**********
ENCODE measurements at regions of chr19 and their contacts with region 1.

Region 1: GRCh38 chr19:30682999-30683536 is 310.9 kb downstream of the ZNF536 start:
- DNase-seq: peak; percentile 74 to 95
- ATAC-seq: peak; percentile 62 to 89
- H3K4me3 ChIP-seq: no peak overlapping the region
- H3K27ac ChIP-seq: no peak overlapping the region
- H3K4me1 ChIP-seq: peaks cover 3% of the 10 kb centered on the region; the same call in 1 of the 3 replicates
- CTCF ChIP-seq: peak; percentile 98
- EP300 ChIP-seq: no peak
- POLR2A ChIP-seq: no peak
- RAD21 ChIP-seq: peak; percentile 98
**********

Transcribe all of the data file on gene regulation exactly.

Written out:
ENCODE measurements at regions of chr19 and their contacts with region 1.

Region 1: GRCh38 chr19:30682999-30683536 is 310.9 kb downstream of the ZNF536 start:
- DNase-seq: peak; percentile 74 to 95
- ATAC-seq: peak; percentile 62 to 89
- H3K4me3 ChIP-seq: no peak overlapping the region
- H3K27ac ChIP-seq: no peak overlapping the region
- H3K4me1 ChIP-seq: peaks cover 3% of the 10 kb centered on the region; the same call in 1 of the 3 replicates
- CTCF ChIP-seq: peak; percentile 98
- EP300 ChIP-seq: no peak
- POLR2A ChIP-seq: no peak
- RAD21 ChIP-seq: peak; percentile 98